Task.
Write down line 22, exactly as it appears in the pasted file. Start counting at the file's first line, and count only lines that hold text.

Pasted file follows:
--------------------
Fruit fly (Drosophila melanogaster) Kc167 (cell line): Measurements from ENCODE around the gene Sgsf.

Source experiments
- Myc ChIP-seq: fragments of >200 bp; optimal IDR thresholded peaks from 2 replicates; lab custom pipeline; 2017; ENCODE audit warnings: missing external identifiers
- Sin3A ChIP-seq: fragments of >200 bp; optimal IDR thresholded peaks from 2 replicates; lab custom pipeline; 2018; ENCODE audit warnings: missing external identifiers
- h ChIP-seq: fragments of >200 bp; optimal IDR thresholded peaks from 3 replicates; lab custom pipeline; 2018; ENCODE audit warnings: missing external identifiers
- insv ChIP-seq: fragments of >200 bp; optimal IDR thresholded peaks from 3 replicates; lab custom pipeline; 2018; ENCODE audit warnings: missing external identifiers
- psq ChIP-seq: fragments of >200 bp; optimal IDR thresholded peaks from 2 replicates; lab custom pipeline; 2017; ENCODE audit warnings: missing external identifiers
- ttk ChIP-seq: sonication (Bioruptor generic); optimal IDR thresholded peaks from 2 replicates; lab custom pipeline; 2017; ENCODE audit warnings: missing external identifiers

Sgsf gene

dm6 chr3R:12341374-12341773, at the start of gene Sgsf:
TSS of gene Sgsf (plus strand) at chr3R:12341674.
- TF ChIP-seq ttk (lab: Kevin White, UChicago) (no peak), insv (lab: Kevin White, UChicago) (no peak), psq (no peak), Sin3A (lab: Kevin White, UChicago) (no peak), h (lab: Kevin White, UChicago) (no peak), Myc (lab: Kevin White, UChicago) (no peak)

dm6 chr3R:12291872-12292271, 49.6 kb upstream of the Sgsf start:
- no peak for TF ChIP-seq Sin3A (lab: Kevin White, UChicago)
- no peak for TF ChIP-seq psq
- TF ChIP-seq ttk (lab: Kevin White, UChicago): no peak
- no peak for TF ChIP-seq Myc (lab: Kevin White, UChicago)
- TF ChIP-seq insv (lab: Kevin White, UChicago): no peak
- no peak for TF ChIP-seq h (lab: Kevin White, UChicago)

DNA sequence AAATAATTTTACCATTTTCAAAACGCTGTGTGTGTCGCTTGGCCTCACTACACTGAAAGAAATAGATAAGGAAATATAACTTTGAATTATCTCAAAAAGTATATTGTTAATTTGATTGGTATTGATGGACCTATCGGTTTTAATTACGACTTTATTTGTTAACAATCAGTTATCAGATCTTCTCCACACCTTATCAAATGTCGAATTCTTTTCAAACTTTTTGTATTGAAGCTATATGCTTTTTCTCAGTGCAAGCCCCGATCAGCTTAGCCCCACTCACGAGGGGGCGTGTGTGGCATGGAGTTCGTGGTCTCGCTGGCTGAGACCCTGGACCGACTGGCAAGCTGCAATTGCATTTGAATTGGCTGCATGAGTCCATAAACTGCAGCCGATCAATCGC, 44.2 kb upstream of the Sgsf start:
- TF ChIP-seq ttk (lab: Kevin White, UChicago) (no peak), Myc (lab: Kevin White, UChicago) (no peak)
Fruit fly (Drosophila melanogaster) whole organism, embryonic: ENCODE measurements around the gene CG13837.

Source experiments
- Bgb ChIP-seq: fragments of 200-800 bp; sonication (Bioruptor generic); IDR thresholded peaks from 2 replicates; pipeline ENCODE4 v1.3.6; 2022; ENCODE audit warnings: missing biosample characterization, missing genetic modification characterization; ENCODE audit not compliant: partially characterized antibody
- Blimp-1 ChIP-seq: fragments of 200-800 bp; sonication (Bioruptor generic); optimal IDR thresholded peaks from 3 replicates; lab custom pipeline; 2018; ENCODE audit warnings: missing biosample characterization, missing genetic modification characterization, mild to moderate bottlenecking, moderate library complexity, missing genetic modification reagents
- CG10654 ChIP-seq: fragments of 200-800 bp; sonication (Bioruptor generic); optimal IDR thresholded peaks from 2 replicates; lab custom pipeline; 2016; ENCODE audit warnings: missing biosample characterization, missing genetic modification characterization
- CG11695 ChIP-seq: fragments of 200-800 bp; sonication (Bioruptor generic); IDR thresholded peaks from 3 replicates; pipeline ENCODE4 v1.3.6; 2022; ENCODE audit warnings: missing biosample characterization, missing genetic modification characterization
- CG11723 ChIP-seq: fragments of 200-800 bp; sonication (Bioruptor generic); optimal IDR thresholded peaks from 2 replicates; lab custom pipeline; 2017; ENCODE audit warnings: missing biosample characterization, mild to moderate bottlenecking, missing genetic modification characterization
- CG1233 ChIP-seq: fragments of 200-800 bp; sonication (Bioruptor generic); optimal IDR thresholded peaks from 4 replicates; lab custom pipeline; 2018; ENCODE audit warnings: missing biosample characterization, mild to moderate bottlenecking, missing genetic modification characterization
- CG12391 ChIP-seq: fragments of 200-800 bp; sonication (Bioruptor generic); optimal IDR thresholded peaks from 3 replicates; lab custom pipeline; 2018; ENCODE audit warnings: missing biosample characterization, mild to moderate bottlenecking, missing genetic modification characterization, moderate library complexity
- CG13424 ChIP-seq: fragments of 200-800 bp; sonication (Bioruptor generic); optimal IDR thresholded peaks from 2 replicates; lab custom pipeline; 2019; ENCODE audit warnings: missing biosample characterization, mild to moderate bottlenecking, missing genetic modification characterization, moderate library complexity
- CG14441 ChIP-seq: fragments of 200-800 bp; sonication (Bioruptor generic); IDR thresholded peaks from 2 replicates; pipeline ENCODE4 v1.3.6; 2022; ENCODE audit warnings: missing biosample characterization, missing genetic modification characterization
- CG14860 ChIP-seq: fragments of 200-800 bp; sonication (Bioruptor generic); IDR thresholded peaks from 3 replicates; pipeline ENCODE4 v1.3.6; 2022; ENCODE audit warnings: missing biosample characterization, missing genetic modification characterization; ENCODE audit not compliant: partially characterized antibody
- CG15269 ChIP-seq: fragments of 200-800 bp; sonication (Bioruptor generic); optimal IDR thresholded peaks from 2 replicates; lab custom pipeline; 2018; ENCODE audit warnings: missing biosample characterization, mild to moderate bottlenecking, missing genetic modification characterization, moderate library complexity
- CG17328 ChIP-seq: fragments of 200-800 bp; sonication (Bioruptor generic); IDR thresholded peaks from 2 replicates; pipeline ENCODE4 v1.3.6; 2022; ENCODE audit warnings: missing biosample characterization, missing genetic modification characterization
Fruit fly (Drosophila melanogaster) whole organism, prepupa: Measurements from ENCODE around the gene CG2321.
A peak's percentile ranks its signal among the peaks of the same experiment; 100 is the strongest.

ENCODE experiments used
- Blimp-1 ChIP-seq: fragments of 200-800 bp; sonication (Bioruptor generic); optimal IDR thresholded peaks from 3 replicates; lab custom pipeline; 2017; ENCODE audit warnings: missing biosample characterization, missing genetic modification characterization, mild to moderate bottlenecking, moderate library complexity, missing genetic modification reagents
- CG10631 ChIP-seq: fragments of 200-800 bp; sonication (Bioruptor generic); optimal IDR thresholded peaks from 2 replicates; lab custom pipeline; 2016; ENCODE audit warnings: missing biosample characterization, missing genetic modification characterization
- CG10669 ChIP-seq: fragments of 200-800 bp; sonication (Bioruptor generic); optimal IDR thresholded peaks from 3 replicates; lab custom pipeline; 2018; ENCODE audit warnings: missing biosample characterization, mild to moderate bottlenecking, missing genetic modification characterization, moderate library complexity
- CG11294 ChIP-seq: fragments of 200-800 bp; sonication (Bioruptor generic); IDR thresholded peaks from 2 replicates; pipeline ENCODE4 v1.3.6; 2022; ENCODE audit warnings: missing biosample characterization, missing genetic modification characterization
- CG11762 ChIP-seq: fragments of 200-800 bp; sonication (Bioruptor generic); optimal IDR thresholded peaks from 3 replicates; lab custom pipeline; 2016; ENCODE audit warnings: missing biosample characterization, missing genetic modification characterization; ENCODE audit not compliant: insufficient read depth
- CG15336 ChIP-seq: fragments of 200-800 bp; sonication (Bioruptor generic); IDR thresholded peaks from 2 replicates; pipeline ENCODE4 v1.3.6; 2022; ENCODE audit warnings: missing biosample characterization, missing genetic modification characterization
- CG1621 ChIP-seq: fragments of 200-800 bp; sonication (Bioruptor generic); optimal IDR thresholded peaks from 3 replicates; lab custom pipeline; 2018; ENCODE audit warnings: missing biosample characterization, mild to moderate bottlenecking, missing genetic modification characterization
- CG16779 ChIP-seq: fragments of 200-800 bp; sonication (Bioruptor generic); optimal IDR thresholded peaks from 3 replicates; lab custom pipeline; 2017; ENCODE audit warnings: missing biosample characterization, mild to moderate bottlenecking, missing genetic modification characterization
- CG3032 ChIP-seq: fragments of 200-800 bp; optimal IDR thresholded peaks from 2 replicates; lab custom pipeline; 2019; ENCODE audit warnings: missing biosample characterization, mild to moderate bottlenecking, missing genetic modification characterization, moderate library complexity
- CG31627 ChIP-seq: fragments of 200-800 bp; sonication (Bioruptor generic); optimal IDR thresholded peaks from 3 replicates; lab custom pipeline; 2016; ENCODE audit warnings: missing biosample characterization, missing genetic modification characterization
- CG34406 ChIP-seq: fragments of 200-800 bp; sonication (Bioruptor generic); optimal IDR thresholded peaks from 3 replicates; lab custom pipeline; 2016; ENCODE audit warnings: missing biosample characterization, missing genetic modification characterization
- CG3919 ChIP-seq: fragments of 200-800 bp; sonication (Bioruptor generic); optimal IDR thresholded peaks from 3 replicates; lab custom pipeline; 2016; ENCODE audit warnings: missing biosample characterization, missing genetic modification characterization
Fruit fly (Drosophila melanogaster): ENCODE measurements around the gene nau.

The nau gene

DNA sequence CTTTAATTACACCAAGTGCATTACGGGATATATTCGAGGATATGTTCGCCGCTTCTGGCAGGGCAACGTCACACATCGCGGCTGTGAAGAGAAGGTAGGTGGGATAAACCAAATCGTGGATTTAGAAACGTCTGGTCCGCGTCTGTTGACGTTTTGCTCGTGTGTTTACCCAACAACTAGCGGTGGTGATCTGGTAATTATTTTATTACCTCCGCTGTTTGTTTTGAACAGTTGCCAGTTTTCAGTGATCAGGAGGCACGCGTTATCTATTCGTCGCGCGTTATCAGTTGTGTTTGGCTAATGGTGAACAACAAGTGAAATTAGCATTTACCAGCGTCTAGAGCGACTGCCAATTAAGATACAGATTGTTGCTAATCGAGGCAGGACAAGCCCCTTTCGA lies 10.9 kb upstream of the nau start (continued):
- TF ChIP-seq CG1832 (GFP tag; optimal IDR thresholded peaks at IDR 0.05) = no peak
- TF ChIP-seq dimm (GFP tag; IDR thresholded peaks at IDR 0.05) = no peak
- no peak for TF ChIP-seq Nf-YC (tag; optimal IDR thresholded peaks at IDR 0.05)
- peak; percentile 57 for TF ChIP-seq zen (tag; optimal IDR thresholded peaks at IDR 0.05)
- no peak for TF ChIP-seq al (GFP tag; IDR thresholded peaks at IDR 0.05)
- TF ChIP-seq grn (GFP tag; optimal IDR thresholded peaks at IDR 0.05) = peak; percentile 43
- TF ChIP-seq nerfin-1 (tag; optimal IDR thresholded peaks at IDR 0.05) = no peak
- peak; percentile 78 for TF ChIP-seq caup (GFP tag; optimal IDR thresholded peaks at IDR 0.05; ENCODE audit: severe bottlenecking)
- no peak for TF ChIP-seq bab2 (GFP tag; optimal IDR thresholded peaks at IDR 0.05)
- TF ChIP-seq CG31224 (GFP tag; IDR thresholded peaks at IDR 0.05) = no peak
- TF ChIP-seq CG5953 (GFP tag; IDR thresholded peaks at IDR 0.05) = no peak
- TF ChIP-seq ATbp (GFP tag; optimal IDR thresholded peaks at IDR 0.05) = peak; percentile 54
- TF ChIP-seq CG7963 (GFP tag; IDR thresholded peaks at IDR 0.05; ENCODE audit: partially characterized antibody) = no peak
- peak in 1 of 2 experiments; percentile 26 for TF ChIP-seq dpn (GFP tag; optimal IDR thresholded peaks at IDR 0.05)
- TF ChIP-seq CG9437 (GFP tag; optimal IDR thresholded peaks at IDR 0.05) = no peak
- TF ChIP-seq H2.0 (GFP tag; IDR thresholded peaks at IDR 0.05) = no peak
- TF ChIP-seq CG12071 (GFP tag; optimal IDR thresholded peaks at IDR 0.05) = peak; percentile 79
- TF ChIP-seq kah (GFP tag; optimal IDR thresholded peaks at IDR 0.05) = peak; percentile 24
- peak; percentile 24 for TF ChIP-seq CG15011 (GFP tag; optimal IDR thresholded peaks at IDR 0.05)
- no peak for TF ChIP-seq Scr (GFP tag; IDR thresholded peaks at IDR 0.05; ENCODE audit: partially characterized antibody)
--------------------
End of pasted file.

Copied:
Fruit fly (Drosophila melanogaster) whole organism, embryonic: ENCODE measurements around the gene CG13837.